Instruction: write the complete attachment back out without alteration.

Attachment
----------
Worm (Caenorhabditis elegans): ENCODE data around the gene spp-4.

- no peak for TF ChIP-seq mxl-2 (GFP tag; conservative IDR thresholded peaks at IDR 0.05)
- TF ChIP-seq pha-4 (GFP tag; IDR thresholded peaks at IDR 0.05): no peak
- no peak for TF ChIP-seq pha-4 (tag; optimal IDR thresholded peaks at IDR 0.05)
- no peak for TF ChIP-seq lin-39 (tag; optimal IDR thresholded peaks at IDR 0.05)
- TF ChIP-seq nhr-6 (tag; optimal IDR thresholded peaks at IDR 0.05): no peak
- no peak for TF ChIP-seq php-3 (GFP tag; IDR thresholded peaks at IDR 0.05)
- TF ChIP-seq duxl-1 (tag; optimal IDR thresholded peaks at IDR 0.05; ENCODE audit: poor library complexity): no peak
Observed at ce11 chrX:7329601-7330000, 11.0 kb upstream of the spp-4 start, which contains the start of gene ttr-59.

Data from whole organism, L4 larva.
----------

Worm (Caenorhabditis elegans): ENCODE data around the gene spp-4.

- no peak for TF ChIP-seq mxl-2 (GFP tag; conservative IDR thresholded peaks at IDR 0.05)
- TF ChIP-seq pha-4 (GFP tag; IDR thresholded peaks at IDR 0.05): no peak
- no peak for TF ChIP-seq pha-4 (tag; optimal IDR thresholded peaks at IDR 0.05)
- no peak for TF ChIP-seq lin-39 (tag; optimal IDR thresholded peaks at IDR 0.05)
- TF ChIP-seq nhr-6 (tag; optimal IDR thresholded peaks at IDR 0.05): no peak
- no peak for TF ChIP-seq php-3 (GFP tag; IDR thresholded peaks at IDR 0.05)
- TF ChIP-seq duxl-1 (tag; optimal IDR thresholded peaks at IDR 0.05; ENCODE audit: poor library complexity): no peak
Observed at ce11 chrX:7329601-7330000, 11.0 kb upstream of the spp-4 start, which contains the start of gene ttr-59.

Data from whole organism, L4 larva.